The decline in international student numbers has many people worried about the future of university research in Australia. A recent report from the Chief Scientist predicted that 7,000 research jobs could go due to reduced teaching profits, philanthropy and corporate funding.
In this post, I estimate how reliant research is on international student profits. It combines data from multiple sources. None of them were designed to calculate this profit, so my result should be taken as being in a plausible range rather than as a precise total. But it can give us a sense of the scale of reliance on international students.
According to the 2018 ABS higher education research report that was released yesterday, in 2018 universities spent $12.158 billion on research. The ABS also gives sources of research funding, but these only explain 44 per cent of the total, with the rest coming from ‘general university funds’.
I am not going to use the ABS funding source categories, because the revenue sources reported in the Higher Education Research Data Collection can account for slightly more (50 per cent) of total research spending and include much more detail. This detail will help me avoid double counting when I use revenue line items from the 2018 Finance report to investigate other possible sources of funding (a few institutions are in the ABS survey but not the Finance report, but they are small).
The table below spells out my assumptions, all of which could be challenged. As universities give research a high priority, and there is a large amount of spending to be explained, it would be unrealistic to think that sources of potential discretionary revenue are not being used heavily to support research.
On the other hand, I need to leave revenue for spending on things other than teaching and research and to produce the reported surplus for 2018. On the ABS figures, 38 per cent of university expenditure is on research, and on Deloitte’s analysis 52 per cent is on teaching, so 10 per cent of expenditure is on other things.*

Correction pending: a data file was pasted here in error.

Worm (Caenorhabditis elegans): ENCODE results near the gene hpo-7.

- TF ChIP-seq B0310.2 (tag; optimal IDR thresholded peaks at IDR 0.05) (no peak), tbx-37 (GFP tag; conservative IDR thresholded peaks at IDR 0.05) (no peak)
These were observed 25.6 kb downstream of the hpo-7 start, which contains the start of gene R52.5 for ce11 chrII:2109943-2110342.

Combining research-specific funding sources with possible non-teaching sources of revenue gets me to about $7.5 billion, or 62 per cent of research spending. That still leaves about $4.6 billion in research expenditure with unexplained funding. The only major source of revenue left is teaching.
Earlier in the week I estimated total teaching profits for 2018 at $5.4 billion, which is enough to cover the unexplained research expenditure. Of that total, approximately $1.3 billion came from domestic students. Assuming 100 per cent of that was spent on research, 73 per cent of research spending is now explained – leaving $3.3 billion of spending looking for a funding source.
On fairly conservative assumptions, this means that 27 per cent of total research expenditure, or about $3.3 billion, relies on profits from international students.
*I am assuming there is no double counting in the teaching and research estimates, but given that each of them relies on estimates of how teaching and research staff spend their time, and how dual purpose facilities are used, that may not be the case.